Black British Artists Continue to Change the British Creative Scene

Updated: Nov 7, 2020

Black British Artists Continue to Change the British Creative Scene and Serve as a Reminder to not be Afraid to Stand Out from the Crowd.

Legendary filmaker Horace Ové

The creative arts is a billion pound industry, contributing £10.8 billion to the U.K. economy, and its strong roots in Edinburgh and London have become signifiers of British culture. Every year tourists travel across seas to see our live shows, gallery exhibitions and travel to concerts in their own countries to see British artists. This summer, a new exhibition by creative Zak Ové was launched at Somerset House that celebrated fifty years of black creativity in Britain, featuring talented artists who throughout the years have contributed to the British creative scene. Starting with the Windrush generation of the 1950’s black artists have continued to grow and influence British culture in every creative discipline. Starting with


who was the first black filmmaker to make a feature film in the U.K , the exhibition featured around one hundred artists all varying in different creative mediums. The Windrush generation brought a fresh new style and talent to the British scene in terms of fashion, music and dance which consequently went on to influence other creative work. A foundation which has been built upon and developed over the last fifty years to form the creative scene we have today.


Zak Ové at Somerset House

I personally have always had a passion for the arts as a way of expressing myself; as a powerful and influential entertainment medium and as an enriching career choice. I fell in love with theatre, dance and creative writing from a young age and it has shaped me as a person and continues to do so everyday. Equally being drawn to each of them I could never see myself giving up one to pursue the other, and so I knew I needed a career that could combine all three. That is what is so special about the arts sector. Everyone can do everything and anyone can do anything. It’s all interlinked, which can make artists very flexible and well-rounded whilst making sure that their careers will always be exciting and full of variety.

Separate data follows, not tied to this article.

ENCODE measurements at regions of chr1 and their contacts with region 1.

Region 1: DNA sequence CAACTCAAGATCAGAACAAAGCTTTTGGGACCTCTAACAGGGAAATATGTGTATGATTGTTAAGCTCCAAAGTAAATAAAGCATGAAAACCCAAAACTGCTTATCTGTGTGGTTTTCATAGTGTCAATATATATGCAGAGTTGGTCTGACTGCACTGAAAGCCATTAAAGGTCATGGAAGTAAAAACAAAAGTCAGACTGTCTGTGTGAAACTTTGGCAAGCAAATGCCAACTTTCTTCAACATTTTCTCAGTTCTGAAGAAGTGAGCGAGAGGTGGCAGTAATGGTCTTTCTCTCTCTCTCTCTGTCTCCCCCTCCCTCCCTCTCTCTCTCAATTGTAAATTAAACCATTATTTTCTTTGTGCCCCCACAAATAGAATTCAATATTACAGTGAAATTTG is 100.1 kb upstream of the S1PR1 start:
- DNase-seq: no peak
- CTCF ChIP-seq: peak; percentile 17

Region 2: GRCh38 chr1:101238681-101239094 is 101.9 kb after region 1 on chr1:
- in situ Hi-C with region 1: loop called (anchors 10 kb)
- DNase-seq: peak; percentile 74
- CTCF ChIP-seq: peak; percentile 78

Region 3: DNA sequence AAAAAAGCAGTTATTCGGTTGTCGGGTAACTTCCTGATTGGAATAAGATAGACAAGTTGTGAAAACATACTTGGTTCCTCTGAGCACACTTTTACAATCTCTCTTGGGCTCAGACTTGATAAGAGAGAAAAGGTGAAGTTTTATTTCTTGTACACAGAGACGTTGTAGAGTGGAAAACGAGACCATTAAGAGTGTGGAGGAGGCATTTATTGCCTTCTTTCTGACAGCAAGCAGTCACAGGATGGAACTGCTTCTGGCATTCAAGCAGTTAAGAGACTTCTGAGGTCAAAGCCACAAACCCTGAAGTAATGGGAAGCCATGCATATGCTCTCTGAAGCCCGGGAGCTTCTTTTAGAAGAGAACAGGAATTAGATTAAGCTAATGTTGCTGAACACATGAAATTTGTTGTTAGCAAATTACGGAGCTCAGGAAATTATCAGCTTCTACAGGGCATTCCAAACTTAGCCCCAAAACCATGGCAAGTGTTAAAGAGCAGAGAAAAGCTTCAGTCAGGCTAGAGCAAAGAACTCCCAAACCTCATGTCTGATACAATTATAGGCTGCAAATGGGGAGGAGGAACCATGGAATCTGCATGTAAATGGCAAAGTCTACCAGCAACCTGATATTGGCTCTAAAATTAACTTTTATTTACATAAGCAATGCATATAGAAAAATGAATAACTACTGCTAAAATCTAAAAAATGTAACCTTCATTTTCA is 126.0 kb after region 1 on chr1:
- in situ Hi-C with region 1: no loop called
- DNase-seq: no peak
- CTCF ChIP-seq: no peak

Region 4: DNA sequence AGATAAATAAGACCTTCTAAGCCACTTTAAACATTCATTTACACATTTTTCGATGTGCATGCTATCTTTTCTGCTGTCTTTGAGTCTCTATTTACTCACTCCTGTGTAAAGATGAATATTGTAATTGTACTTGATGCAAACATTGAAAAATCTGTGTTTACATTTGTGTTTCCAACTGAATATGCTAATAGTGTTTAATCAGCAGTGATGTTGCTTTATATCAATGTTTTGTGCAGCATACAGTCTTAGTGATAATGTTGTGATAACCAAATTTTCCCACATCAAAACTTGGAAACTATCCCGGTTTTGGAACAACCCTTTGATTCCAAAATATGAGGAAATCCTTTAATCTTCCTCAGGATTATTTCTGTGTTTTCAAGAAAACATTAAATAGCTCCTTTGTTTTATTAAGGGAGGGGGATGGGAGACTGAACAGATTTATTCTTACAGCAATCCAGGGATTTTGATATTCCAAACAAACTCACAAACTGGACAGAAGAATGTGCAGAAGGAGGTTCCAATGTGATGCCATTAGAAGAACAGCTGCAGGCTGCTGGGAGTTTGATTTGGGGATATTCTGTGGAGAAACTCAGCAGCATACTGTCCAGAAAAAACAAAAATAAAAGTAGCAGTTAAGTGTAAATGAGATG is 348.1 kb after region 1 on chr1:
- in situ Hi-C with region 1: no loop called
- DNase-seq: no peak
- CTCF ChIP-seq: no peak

I took my undergraduate degree in Theatre and Performance Studies at the University of Warwick and through my experience there, it has allowed me to explore mental health, gender and race politics through the medium of theatre. In my final year I directed a short play as a part of a book launch for Contemporary Plays by African Women at the Belgrade Theatre, Coventry and Oxford Playhouse. I am now half way through a part time masters course in Creative Writing and am a drama teacher for an academy part time. Both theatre and creative writing has helped to build me as a person and to understand myself and the race, gender and identity politics that surround me as an individual.


I’ve always had good black role models to look up to in the arts. My godfather runs his own theatre company in Norway (The Nordic Black Theatre), and my grandad was in a band that helped to start the reggae music movement. Their fearlessness, love and devotion to the arts has always inspired me, and with my parent's continual support it has allowed me to follow my innate passion for dance, theatre and creative writing.


Tribute to the Heroes - Nordic Black Theatre